A current of frustration is running through dozens of neighborhoods as the Twin Rivers Unified School District tries to face up to its fiscal responsibilities.
“Why do that? I just can’t see it, I really can’t see them doing that,” Alice Thomas said about the next steps she thinks the district might take.
In the hole $3.8 million and with declining enrollment squeezing an already strapped budget, savings have to come from somewhere — and soon.
That has many fearing the closure of TRUSD schools, like Fairbanks Elementary School in Sacramento.
“This school is very important to the community. Everybody around here, every nationality, everybody needs this school,” Thomas said. “I don’t even understand why they want to come over here and mess with this school. I mean where are these guys gonna go?”
Even though the district said it’s not so, Thomas and others have the idea that Fairbanks and eight other schools may be affected because of a report posted to the district’s website on Oct. 1.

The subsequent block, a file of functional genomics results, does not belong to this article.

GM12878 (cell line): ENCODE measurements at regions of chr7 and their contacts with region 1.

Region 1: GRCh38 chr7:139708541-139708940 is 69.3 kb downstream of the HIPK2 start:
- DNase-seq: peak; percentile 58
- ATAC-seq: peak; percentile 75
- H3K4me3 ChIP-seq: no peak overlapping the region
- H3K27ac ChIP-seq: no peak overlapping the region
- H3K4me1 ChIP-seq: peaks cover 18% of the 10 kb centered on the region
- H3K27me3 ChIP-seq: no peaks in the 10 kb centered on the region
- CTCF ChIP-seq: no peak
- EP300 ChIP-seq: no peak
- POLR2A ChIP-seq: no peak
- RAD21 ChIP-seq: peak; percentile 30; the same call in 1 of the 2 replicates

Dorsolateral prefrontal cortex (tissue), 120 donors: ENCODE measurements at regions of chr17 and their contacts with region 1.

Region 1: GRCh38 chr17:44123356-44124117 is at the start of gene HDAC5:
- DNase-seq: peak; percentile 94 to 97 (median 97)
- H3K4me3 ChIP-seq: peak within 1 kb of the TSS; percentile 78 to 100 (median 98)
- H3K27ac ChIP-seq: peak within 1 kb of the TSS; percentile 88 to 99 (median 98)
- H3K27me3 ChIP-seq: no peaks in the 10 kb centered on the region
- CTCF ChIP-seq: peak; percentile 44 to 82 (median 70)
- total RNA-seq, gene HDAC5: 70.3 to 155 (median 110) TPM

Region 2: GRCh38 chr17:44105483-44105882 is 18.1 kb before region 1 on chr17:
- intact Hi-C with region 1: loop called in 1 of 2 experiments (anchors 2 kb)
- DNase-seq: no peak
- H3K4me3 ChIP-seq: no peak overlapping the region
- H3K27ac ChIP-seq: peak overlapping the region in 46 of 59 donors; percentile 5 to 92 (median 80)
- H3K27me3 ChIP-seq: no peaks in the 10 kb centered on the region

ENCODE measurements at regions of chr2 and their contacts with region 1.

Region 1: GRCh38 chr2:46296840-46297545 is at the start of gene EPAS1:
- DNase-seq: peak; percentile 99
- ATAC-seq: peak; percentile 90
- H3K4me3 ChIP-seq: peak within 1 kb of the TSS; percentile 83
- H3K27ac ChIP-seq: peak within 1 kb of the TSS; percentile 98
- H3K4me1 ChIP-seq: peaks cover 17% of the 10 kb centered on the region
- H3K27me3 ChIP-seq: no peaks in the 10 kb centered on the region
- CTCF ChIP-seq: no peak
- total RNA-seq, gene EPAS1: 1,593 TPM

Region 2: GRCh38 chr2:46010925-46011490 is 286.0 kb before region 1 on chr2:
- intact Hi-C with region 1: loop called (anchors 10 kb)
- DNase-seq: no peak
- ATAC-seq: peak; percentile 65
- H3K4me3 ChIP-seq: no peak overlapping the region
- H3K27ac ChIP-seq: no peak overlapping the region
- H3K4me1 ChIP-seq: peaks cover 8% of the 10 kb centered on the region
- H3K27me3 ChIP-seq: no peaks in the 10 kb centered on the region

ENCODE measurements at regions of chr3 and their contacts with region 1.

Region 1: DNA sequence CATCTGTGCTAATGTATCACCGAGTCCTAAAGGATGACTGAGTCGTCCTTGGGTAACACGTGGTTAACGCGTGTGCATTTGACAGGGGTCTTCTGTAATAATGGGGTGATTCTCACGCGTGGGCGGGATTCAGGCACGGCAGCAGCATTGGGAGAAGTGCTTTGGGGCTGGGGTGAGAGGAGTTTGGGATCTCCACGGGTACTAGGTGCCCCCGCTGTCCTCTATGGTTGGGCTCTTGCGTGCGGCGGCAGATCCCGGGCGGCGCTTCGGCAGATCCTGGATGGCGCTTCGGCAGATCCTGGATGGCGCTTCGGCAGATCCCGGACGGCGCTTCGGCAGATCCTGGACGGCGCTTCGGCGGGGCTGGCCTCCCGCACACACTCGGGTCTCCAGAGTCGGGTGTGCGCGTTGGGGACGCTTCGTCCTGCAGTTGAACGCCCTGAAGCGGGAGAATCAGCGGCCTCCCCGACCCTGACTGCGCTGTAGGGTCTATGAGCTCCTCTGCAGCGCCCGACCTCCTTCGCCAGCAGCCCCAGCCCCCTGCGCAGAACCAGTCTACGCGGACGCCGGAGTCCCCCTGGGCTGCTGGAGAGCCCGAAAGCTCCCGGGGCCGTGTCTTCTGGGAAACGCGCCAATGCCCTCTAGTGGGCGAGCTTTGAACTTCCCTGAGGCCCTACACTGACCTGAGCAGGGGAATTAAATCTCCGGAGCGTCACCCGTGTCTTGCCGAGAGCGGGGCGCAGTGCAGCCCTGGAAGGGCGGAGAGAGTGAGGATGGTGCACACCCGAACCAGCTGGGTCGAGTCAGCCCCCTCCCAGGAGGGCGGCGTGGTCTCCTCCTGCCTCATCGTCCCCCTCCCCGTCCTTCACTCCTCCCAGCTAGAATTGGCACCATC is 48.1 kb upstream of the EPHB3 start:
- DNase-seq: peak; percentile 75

It was released by the Twin Rivers’ Student Housing Committee, a group formed to look at the best way to group kids on campuses as it relates to grade levels, school size and staffing.
Under possible consolidations for next school year, page 55 of 64 lists out sites that could close or be combined and the savings that would be achieved. The total comes close to that current $3.8 million budget deficit.
District representatives would not go on camera to talk about the plan or the state of community concerns, saying in an email that “there are no recommendations yet from the Student Housing Committee to close any schools.”
A teacher from one of the listed schools said she believes the district is tip-toeing around the truth.
“Either way it sounds, it doesn’t sound like the school is going to be left open,” she said. “We’re told to improve students academically and we work as a unit, as a family. Then to find out the neighborhood school may close, it’s kind of sad.”
A letter from the superintendent sent to parents last week reads in part:
Any discussion around school consolidations/closures can be intense, painful and highly emotional. Unfortunately that’s the collective reality … .
Two of Samantha Baker’s seven kids go to another listed school, Noralto Elementary School. She said she got no such letter.
“This is close to my home and it would be inconvenient for them to go somewhere else,” Baker said.
A few blocks away, Thomas was still very disturbed.
“This is the heart of this community right here and you’re going to take that away from them? What else you gonna take away from them?” she asked.
The report by the Student Housing Committee will be discussed by the district’s board of trustees at Thursday’s meeting.